The “Pancha Bhoota Sthalas” refers to the five temples dedicated to the Hindu god Shiva, each of these temples representing the five prime elements of nature; water, air, ether, fire and earth. “Pancha” means five, “Bhoota”, elements and “Sthalas”, place.
The five temples associated with the five elements are:
Ekambareswara, a superb temple on the north side of town, is is the largest temple in Kanchipuram.
Its gopuram (entrance tower) stands nearly 60m tall, which makes it one of the tallest in India.
The temple’s earliest foundations date from about 600 CE; successive dynasties such as the Pallavas, Pandyas and Cholas, and later the Vijayanagar kings, all remodelled or added to the building.
The sanctum sanctorum houses a Prithvi Lingam representing Earth (prithvi means “earth”).
The hall with 540 pillars and 1008 Shiva Lingams is particularly impressive. Another of the temple’s particularities is a mango tree said to be 3500 years old and to produce four different kinds of mango.
Two kilometres from famous Sri Rangam temple is Jambukeswarar, one of Trichy’s most revered temples. Its Shiva Lingam is an Appu Lingam, representing water.
The sanctum receives a constant flow of water from an underground source. Jambukeswarar temple is also one of the 275 Paadal Petra Sthalams, temples glorified in the songs of praise of the four greatest Shaivite saints or Nayanars.
And as Shiva is never far from his female counterpart, another temple in the same complex houses and idol of the goddess Devi Akilandeswari Amman. Akilandeswari means “Ruler of the Universe”. Non-Hindus are not usually allowed into the sanctum.
Arunachaleswarar (or Annamalaiyar) temple, at the foot of Arunachala Hill, is dedicated to Shiva.
As Shiva is believed to have appeared in this place as a column of light, he is represented here by a fire lingam or Agni Lingam.
Annamalaiyar symbolises duty, virtue, self-sacrifice and liberation by means of ascetic renunciation.
The temple is one of the largest in India, covering six hectares. The initial structure dates from the 9th-century Chola dynasty. Later extensions are attributed to the Vijayanagar Sangama dynasty of the 14th and 15th centuries and the Saluva and Tuluva dynasties of the 15th and 16th centuries.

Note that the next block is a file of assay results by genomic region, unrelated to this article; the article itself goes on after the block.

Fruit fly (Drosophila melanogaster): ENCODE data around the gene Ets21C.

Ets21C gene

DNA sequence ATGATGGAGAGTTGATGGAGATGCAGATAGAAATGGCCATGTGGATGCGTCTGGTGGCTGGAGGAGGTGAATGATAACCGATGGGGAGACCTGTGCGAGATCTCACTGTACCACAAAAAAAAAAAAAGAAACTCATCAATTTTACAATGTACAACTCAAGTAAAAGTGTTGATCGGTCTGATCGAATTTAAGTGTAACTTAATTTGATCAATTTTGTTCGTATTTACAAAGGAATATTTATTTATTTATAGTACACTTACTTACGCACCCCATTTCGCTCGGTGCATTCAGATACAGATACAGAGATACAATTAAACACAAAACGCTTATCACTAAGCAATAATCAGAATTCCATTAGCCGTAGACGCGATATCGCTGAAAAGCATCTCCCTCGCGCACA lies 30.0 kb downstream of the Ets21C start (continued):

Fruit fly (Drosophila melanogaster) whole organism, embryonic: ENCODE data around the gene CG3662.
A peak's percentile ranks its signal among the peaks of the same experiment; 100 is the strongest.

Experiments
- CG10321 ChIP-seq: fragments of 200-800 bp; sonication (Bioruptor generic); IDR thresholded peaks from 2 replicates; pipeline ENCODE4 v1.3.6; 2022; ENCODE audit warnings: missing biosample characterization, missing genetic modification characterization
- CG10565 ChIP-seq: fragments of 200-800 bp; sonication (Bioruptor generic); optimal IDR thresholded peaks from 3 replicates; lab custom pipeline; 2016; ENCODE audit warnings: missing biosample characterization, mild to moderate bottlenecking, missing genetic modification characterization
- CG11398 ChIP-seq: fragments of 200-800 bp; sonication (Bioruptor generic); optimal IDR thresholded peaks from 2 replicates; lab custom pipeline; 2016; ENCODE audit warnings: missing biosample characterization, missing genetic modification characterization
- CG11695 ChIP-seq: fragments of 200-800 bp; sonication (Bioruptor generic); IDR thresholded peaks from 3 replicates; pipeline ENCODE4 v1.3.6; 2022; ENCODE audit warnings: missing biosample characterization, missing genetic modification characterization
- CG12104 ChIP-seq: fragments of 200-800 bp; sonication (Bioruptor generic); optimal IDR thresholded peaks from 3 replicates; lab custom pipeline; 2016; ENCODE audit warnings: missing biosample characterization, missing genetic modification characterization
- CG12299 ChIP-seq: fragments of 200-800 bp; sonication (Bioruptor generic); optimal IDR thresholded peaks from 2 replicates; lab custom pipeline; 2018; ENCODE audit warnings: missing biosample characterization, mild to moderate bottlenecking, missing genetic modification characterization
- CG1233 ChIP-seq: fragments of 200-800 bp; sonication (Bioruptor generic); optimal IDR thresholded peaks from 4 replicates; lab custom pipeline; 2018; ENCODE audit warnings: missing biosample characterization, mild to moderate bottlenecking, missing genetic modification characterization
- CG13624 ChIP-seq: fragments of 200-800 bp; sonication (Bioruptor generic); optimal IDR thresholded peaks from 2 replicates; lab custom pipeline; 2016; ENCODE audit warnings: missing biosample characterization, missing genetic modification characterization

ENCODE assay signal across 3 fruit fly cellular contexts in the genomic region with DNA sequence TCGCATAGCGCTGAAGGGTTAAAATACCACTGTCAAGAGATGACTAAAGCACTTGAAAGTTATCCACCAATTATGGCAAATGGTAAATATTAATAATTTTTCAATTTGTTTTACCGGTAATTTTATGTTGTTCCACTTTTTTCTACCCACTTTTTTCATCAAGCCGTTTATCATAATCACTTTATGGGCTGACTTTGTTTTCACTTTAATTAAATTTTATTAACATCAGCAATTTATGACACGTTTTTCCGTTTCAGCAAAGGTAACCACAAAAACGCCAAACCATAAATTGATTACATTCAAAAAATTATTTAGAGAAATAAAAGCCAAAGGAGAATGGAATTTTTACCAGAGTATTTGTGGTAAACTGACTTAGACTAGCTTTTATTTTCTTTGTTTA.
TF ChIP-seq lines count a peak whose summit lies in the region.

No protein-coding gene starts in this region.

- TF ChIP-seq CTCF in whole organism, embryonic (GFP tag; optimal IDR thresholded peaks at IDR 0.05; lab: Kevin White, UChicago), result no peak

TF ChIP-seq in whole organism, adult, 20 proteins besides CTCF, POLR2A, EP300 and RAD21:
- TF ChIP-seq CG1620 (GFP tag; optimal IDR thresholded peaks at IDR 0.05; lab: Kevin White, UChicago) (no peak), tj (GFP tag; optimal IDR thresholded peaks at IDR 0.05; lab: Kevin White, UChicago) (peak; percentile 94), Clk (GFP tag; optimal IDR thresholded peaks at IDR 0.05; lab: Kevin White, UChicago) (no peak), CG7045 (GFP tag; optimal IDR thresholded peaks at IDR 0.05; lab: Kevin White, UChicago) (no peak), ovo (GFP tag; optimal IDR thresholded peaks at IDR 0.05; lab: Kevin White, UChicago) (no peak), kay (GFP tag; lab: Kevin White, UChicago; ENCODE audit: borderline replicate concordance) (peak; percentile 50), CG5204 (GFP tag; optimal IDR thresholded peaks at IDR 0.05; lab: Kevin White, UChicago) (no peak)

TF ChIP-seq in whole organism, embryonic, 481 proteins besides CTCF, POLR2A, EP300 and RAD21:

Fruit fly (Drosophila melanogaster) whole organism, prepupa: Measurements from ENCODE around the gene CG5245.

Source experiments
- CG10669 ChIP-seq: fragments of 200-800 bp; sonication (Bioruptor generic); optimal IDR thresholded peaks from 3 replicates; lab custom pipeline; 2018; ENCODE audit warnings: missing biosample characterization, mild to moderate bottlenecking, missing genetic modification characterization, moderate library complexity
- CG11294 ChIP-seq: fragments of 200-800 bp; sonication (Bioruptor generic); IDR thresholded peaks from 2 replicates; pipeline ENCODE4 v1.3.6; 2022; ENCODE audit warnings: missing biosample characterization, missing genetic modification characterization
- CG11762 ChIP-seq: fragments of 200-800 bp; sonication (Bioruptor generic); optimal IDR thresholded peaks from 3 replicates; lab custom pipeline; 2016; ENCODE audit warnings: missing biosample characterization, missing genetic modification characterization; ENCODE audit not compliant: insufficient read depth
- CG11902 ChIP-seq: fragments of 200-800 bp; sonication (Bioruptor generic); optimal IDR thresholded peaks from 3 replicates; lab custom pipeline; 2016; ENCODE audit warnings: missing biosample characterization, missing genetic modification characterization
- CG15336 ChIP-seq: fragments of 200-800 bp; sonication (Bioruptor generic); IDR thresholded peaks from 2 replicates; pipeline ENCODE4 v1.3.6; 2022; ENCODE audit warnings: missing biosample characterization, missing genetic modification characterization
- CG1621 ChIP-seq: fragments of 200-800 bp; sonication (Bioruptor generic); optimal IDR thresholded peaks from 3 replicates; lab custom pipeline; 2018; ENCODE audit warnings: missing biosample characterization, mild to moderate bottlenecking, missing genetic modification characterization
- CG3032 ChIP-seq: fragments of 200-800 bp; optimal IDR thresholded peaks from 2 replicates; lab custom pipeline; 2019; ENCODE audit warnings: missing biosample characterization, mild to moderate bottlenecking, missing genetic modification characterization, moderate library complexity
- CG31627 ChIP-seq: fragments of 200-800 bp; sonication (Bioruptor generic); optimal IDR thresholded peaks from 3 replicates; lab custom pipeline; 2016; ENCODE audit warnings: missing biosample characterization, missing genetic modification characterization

The Kalahasti temple is located 36 km away from the famous temple of Tirupati. The interior of the temple was built around the 5th century and the outside during the 12th century by the Chola and Vijayanagar kings.
Lord Shiva is worshiped here as Kalahasteeswara symbolizing the salvation and the death of the ego. Shiva is embodied by a white Vayu Lingam that is said to be self-manifested (Swayambhu). This lingam can not be touched by the devotees, not even by the Brahmins (priests).
It is said that a lamp in the sanctuary keeps flickering even when no air flow is observed.
The temple complex covers 20 hectares in the heart of the city. This is an ancient and historic temple dedicated to Shiva Nataraja (dancing Shiva) but also to Lord Govindaraja Perumal (Vishnu). This is one of the few temples where both Shaivite and Vaishnavite deities coexist.
The word “Chidambaram” derives from “chit”, which means “conscience”, and “Ambaram”, “heaven” (or aakasam aakayam); This refers to the chidaakasam, the sky of consciousness, which is the ultimate goal to be achieved according to the Vedas (old scriptures). According to a second interpretation “Ambalam” would mean “stage show.” A third theory states that Chidambram derives from “chitrambalam” meaning “dances of God.”
The unique feature of this temple is the idol of Nataraja. It represents Lord Shiva as Lord of the Bharata Natyam dance (Indian classical dance). This is one of the few temples where Shiva is represented by a murthi (anthropomorphic image). The cosmic dance of Shiva Nataraja symbolizes the movement of the universe sustained by Lord Shiva.
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